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District of Columbia Prenuptial Agreements

Prenuptial agreements, also called premarital or antenuptial agreements, may not be for everybody, but there are certain people that should at least consider getting one before getting married. Those who have children from a previous relationship or where one partner has significantly more money or property than the other, are just some examples of when a prenuptial agreement may be considered.

Each state has laws that govern prenuptial agreements, although some jurisdictions -- like the District of Columbia -- have more detailed requirements than others.

What Can Be Included in a D.C. Prenup?

Some states' laws don't specify what can and can't be included in a prenuptial agreement. Other states, like the District of Columbia, have laws that address the contents of a prenuptial agreement. In D.C., a premarital agreement can include:

  • Each party's rights and obligations with respect to any property (whether owned jointly or separately);
  • The right to manage and control property;
  • How property will be divided in the event of separation, divorce, death, or any other specified event;
  • The modification or elimination of spousal or domestic support;
  • The making of a will or trust to carry out provisions of the agreement;
  • The ownership rights in death benefits from a life insurance policy; and
  • The choice of law governing the construction of the agreement.

Parties are also permitted to include any other matter, including personal rights and obligations, provided it isn't in violation of public policy or a law that imposes a criminal penalty. Of note, a child's right to support can't be adversely affected by a premarital agreement. Finally, it's important to mention that D.C.'s premarital agreement laws explicitly apply to both married couples and those in domestic partnerships.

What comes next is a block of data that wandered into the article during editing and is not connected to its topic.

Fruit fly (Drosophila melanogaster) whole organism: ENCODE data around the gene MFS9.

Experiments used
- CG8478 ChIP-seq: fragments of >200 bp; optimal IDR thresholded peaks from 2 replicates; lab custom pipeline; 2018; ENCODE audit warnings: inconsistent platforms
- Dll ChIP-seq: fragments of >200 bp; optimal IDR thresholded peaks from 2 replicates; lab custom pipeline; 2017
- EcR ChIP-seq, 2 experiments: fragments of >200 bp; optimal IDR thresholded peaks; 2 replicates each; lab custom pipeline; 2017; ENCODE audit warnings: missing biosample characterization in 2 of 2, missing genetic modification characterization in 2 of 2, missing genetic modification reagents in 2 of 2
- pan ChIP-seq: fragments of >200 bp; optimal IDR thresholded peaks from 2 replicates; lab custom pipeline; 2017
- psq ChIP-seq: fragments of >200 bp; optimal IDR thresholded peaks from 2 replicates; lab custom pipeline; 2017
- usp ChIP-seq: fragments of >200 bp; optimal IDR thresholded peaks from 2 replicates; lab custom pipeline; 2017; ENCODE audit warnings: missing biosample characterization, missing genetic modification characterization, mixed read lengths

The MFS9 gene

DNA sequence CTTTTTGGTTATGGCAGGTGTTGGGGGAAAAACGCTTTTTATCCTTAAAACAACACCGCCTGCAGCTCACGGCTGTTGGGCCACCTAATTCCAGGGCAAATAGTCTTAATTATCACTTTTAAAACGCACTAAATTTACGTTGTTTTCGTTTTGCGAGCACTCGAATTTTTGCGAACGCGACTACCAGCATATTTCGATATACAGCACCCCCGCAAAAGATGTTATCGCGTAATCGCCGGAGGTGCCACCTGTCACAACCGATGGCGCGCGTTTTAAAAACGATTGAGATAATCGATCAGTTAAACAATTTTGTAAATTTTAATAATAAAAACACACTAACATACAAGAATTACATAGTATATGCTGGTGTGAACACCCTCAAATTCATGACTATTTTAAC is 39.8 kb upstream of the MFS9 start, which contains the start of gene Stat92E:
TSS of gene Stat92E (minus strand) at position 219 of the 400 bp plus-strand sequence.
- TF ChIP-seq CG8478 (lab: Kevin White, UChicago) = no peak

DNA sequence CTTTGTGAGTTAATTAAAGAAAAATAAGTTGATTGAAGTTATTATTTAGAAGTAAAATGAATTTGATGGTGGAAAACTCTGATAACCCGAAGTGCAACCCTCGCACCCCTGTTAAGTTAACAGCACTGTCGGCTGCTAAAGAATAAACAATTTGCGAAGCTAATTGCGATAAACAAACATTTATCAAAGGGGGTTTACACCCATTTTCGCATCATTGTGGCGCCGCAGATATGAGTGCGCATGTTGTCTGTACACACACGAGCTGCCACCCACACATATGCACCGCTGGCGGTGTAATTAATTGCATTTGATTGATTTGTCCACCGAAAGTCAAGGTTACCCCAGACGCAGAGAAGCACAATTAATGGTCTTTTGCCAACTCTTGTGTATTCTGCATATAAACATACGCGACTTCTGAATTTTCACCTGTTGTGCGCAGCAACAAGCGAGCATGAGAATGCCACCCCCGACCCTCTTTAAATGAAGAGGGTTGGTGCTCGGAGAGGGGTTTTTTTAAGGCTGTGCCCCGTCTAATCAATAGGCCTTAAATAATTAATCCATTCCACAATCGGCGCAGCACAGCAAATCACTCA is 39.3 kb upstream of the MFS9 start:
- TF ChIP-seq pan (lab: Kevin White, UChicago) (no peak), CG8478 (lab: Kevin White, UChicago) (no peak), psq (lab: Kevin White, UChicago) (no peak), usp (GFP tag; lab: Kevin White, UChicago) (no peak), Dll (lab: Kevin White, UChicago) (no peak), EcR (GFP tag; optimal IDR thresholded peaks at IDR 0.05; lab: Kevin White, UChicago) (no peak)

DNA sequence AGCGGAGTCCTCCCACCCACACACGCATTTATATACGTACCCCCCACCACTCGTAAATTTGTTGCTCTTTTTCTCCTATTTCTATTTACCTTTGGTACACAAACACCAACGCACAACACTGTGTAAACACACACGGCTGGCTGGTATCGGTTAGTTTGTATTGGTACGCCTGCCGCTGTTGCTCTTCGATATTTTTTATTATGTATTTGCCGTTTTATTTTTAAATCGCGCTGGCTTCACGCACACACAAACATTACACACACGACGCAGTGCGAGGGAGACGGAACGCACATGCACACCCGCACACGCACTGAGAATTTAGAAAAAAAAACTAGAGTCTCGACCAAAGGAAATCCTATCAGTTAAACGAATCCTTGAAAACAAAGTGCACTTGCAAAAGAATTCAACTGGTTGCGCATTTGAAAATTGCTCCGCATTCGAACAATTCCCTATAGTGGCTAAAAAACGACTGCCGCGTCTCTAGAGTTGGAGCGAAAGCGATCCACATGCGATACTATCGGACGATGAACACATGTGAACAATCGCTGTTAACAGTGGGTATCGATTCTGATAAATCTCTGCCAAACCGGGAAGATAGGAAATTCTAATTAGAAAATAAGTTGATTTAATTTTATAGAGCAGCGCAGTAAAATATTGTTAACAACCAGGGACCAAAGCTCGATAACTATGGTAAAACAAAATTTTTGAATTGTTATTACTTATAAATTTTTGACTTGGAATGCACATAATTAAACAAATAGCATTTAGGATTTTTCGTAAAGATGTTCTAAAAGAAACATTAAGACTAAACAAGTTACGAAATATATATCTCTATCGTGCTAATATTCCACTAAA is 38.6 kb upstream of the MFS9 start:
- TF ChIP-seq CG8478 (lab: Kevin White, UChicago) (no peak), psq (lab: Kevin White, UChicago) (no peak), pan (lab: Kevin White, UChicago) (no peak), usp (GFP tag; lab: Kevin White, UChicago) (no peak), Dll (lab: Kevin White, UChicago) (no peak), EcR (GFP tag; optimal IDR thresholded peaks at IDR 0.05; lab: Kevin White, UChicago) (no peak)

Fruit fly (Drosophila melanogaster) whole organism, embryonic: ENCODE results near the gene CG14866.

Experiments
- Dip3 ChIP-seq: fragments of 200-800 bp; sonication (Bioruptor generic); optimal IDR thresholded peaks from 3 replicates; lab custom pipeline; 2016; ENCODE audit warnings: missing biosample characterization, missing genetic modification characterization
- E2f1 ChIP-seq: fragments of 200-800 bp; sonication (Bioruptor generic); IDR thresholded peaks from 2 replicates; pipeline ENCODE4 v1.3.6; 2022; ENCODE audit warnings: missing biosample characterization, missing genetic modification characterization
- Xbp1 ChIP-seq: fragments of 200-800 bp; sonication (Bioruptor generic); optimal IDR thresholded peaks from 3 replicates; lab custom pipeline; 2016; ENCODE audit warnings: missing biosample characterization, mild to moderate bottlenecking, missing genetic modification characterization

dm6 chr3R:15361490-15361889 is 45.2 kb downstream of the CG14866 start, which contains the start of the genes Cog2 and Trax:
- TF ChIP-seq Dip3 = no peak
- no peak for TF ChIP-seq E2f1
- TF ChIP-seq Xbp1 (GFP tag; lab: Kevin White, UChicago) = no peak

District of Columbia Prenuptial Agreements at a Glance

It's important to remember that while reading an overview of the law is helpful, you should also look at the actual text of the statute. In the following table, you'll find both an overview of prenuptial agreement laws in D.C. as well as links to relevant statutes.

Statute(s)

District of Columbia Code, Division VIII, Title 46, Subtitle I, Chapter 5, Section 46-501, et seq. (Premarital Agreements)

Basic Requirements for Premarital Agreements

In D.C., a premarital agreement must be in writing and signed by both parties and is enforceable without consideration.

When is a Premarital Agreement Not Enforceable?

A premarital agreement isn't enforceable if the person against whom enforcement is sought proves that they didn't execute it voluntarily, OR the agreement was unconscionable when executed and before the execution of the agreement:

  • they weren't provided a fair and reasonable disclosure of the property or financial obligations of the other party;
  • didn't voluntarily and expressly waive (in writing) the right to disclosure of this information; and
  • didn't/couldn't have had adequate knowledge of this information.

Additionally, if a provision of a prenuptial agreement modifies or eliminates spousal or domestic partner support and that causes one party to be eligible for support under a public assistance program, the court can order support despite the provision.

Related Statute(s)

District of Columbia Code, Division II, Title 16, Chapter 9, Section 16-910 (Assignment and Equitable Distribution of Property)

Note: State laws are always subject to change through the passage of new legislation, rulings in the higher courts (including federal decisions), ballot initiatives, and other means. While we strive to provide the most current information available, please consult an attorney or conduct your own legal research to verify the state law(s) you are researching.

District of Columbia Prenuptial Agreements: Related Resources

For additional information and resources related to this topic, please visit the links listed below.

Speak to an Attorney to Learn More About Prenuptial Agreements in D.C.

Prenuptial agreements are legally binding contracts, which is why it's a good idea to have the help of an attorney when drafting or signing one. Contact a local family law attorney today to find out how District of Columbia prenuptial agreement laws apply to your particular situation.

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